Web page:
“Your great mistake is to act the drama as if you were alone.”
– David Whyte, “Everything is Waiting for You”
Some days it just happens. I have an experience or an interaction that is so obviously “connective” and, assuming my iPhone is nearby, it is easily captured. A lovely watercolor falls out of a book. A game of backgammon is in full swing. An old friend appears unexpectedly. Those days make me feel like the beneficiary of some divine offering.
Some days I know it’s coming. We’re going to see those friends at an anniversary celebration or those friends at a going-away party. Those days feel like cheating. I wake up knowing that this day is “covered” and I don’t have to “worry” about it. Connection is in the bag.
Some days I have to work for it. I have to be on the lookout and if nothing shows up (or more likely, if I have blindly missed lots of opportunities) I have to make it happen myself. This feels off to me, like I’m engineering the moment in service of the project instead of just experiencing my already connected life. What I discovered though, and this picture (Day 66) is a great example of it, is that good stuff can happen when you are set on creating connection. I asked my daughter to come and sit with me so mom could take our picture. It was 9:30 pm on a Friday night and I still didn’t have my shot for the day. We started goofing around with weird voices and then she said something that cracked us both up. We kept giggling for a minute or two and mom captured what had become an authentic moment of connection.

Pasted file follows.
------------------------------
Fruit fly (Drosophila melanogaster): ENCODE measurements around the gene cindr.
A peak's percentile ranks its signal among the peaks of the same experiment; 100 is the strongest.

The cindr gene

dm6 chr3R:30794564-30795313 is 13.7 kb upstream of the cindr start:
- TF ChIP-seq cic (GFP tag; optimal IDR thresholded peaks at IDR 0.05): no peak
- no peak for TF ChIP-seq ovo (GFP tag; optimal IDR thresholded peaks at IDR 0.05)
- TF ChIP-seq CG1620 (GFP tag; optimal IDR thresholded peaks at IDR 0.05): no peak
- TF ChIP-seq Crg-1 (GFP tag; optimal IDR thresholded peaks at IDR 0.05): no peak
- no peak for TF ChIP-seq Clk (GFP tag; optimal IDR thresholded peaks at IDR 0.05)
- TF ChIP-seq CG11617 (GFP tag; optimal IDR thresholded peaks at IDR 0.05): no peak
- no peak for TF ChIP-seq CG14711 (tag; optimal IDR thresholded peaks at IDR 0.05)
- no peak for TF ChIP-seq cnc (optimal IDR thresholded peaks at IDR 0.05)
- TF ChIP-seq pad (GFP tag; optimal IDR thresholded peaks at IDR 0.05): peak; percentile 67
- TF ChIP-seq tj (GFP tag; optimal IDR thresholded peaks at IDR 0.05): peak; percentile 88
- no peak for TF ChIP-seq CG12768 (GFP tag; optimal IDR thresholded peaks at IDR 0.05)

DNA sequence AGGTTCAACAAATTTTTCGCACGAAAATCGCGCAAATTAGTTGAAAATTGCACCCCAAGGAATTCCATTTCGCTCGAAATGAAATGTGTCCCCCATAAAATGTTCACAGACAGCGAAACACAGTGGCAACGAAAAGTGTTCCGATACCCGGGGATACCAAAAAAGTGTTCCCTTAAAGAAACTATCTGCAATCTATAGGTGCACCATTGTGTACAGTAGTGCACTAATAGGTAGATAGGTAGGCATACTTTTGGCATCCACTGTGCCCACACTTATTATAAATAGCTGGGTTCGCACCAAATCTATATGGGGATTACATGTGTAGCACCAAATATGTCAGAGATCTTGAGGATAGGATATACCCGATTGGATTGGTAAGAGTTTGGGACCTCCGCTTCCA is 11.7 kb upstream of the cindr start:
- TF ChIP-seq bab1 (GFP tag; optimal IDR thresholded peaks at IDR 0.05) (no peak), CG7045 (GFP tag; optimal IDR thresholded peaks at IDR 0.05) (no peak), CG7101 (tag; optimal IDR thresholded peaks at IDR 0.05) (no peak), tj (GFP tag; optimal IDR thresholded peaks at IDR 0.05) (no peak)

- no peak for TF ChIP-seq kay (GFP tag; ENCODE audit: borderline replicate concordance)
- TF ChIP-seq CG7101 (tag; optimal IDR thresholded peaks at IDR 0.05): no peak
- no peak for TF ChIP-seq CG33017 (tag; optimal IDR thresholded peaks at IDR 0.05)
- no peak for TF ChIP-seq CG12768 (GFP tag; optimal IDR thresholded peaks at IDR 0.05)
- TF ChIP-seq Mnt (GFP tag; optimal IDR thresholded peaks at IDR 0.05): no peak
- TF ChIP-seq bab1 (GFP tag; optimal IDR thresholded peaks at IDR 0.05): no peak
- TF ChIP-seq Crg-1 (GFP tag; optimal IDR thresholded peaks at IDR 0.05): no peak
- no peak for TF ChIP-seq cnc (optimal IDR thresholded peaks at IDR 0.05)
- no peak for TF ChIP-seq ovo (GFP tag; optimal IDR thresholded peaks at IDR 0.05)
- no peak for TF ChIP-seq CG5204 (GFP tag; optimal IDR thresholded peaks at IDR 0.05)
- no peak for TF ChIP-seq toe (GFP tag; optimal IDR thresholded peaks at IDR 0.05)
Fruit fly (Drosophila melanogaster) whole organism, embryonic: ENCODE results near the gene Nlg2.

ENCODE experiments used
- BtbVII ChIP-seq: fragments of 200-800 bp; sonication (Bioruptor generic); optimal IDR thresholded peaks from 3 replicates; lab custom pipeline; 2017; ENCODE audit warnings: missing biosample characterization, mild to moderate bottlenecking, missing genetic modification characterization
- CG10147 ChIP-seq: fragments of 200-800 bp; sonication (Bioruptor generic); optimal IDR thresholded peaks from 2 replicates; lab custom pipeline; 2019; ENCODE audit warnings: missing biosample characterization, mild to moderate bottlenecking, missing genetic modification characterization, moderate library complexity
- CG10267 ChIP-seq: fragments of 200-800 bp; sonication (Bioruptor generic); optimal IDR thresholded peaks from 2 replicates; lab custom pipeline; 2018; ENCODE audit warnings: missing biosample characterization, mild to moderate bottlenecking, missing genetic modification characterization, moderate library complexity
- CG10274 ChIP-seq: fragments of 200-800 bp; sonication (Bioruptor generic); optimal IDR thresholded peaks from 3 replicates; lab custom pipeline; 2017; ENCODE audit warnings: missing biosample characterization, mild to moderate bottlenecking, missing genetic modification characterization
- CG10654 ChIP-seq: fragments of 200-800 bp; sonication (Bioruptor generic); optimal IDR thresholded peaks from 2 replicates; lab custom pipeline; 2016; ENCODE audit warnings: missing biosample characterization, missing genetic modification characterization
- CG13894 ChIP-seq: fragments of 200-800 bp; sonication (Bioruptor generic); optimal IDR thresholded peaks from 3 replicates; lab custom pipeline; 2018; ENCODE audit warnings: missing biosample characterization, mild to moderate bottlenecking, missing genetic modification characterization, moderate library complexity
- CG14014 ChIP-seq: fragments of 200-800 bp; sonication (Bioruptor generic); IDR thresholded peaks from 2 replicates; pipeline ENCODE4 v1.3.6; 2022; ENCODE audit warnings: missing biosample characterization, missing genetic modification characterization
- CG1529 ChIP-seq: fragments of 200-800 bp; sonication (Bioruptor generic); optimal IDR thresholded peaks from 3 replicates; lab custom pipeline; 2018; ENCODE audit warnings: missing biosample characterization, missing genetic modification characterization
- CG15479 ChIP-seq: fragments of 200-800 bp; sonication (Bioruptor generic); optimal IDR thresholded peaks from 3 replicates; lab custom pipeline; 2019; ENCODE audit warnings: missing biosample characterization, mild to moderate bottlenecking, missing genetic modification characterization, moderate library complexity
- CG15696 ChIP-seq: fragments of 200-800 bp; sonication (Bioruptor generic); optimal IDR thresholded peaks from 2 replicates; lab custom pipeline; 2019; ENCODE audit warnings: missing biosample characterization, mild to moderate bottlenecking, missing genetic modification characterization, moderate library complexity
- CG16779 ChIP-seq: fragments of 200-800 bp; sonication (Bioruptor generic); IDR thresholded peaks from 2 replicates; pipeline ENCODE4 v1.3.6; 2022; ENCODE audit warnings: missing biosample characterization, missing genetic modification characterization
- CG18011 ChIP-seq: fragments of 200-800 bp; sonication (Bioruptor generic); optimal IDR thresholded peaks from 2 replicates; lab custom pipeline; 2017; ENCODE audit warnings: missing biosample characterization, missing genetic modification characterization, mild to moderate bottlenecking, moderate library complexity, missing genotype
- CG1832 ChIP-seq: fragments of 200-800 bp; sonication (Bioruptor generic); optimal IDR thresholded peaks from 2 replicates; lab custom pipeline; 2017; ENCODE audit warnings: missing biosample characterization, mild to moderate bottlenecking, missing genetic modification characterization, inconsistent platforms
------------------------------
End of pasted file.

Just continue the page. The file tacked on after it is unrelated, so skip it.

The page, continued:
That moment made something concrete for me in a way that I wasn’t expecting: that connection isn’t always pure and organic. That it doesn’t just “happen” and that we can’t expect it to. Connection needs a catalyst, a spark. Sometimes, especially with the people closest to us, we have to work for it. Sometimes, even when our vulnerability tells us it is awkward or forced, connection can transform a moment into something altogether new, something for us to savor.
DAVID BERRY is the founder of RULE13 Learning. He speaks and writes about the complexity of leading in a changing world, especially the parts where he doesn’t handle it very well. If you enjoyed this post someone else might, too. Please pass it along.